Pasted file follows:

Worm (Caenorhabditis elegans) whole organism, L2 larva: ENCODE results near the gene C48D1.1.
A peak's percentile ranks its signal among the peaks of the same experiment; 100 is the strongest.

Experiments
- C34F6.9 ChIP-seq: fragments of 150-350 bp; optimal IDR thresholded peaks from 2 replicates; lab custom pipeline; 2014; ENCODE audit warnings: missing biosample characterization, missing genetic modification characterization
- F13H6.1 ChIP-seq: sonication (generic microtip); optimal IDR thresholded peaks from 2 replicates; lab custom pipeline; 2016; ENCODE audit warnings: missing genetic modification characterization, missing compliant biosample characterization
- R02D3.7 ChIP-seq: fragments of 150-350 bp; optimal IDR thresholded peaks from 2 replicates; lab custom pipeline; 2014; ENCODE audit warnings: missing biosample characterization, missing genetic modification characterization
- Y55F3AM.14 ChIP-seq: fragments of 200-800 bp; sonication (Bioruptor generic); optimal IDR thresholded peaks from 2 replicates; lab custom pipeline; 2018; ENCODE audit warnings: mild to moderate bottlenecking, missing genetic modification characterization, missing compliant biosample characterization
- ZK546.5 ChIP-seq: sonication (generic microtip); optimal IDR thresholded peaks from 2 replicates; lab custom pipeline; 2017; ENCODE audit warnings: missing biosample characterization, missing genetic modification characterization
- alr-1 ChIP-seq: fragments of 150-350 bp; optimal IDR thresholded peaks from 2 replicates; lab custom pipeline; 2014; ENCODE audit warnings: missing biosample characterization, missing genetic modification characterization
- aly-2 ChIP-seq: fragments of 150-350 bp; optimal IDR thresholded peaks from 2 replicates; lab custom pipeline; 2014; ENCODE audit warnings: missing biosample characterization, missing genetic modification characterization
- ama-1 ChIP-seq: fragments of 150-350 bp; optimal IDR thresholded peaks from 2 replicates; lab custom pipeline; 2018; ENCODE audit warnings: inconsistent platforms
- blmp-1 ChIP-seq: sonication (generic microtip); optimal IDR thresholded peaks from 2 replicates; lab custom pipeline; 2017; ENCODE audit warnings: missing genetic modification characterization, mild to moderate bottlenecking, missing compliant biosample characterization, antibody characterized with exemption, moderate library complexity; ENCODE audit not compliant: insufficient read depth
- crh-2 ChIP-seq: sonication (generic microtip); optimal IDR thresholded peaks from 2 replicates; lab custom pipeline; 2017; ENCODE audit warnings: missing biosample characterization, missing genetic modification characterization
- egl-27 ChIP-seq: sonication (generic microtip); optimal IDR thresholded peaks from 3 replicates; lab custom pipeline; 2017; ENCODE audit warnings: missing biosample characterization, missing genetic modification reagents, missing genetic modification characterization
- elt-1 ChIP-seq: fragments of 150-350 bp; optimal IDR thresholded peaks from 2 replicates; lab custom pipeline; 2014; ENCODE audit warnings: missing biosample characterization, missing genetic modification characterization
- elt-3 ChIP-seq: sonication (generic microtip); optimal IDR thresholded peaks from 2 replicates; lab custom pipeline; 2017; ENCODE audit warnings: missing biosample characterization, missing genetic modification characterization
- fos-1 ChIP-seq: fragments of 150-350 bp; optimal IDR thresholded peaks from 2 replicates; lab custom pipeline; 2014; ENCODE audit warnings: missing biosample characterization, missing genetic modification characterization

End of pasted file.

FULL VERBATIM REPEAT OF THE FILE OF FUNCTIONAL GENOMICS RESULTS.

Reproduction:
Worm (Caenorhabditis elegans) whole organism, L2 larva: ENCODE results near the gene C48D1.1.
A peak's percentile ranks its signal among the peaks of the same experiment; 100 is the strongest.

Experiments
- C34F6.9 ChIP-seq: fragments of 150-350 bp; optimal IDR thresholded peaks from 2 replicates; lab custom pipeline; 2014; ENCODE audit warnings: missing biosample characterization, missing genetic modification characterization
- F13H6.1 ChIP-seq: sonication (generic microtip); optimal IDR thresholded peaks from 2 replicates; lab custom pipeline; 2016; ENCODE audit warnings: missing genetic modification characterization, missing compliant biosample characterization
- R02D3.7 ChIP-seq: fragments of 150-350 bp; optimal IDR thresholded peaks from 2 replicates; lab custom pipeline; 2014; ENCODE audit warnings: missing biosample characterization, missing genetic modification characterization
- Y55F3AM.14 ChIP-seq: fragments of 200-800 bp; sonication (Bioruptor generic); optimal IDR thresholded peaks from 2 replicates; lab custom pipeline; 2018; ENCODE audit warnings: mild to moderate bottlenecking, missing genetic modification characterization, missing compliant biosample characterization
- ZK546.5 ChIP-seq: sonication (generic microtip); optimal IDR thresholded peaks from 2 replicates; lab custom pipeline; 2017; ENCODE audit warnings: missing biosample characterization, missing genetic modification characterization
- alr-1 ChIP-seq: fragments of 150-350 bp; optimal IDR thresholded peaks from 2 replicates; lab custom pipeline; 2014; ENCODE audit warnings: missing biosample characterization, missing genetic modification characterization
- aly-2 ChIP-seq: fragments of 150-350 bp; optimal IDR thresholded peaks from 2 replicates; lab custom pipeline; 2014; ENCODE audit warnings: missing biosample characterization, missing genetic modification characterization
- ama-1 ChIP-seq: fragments of 150-350 bp; optimal IDR thresholded peaks from 2 replicates; lab custom pipeline; 2018; ENCODE audit warnings: inconsistent platforms
- blmp-1 ChIP-seq: sonication (generic microtip); optimal IDR thresholded peaks from 2 replicates; lab custom pipeline; 2017; ENCODE audit warnings: missing genetic modification characterization, mild to moderate bottlenecking, missing compliant biosample characterization, antibody characterized with exemption, moderate library complexity; ENCODE audit not compliant: insufficient read depth
- crh-2 ChIP-seq: sonication (generic microtip); optimal IDR thresholded peaks from 2 replicates; lab custom pipeline; 2017; ENCODE audit warnings: missing biosample characterization, missing genetic modification characterization
- egl-27 ChIP-seq: sonication (generic microtip); optimal IDR thresholded peaks from 3 replicates; lab custom pipeline; 2017; ENCODE audit warnings: missing biosample characterization, missing genetic modification reagents, missing genetic modification characterization
- elt-1 ChIP-seq: fragments of 150-350 bp; optimal IDR thresholded peaks from 2 replicates; lab custom pipeline; 2014; ENCODE audit warnings: missing biosample characterization, missing genetic modification characterization
- elt-3 ChIP-seq: sonication (generic microtip); optimal IDR thresholded peaks from 2 replicates; lab custom pipeline; 2017; ENCODE audit warnings: missing biosample characterization, missing genetic modification characterization
- fos-1 ChIP-seq: fragments of 150-350 bp; optimal IDR thresholded peaks from 2 replicates; lab custom pipeline; 2014; ENCODE audit warnings: missing biosample characterization, missing genetic modification characterization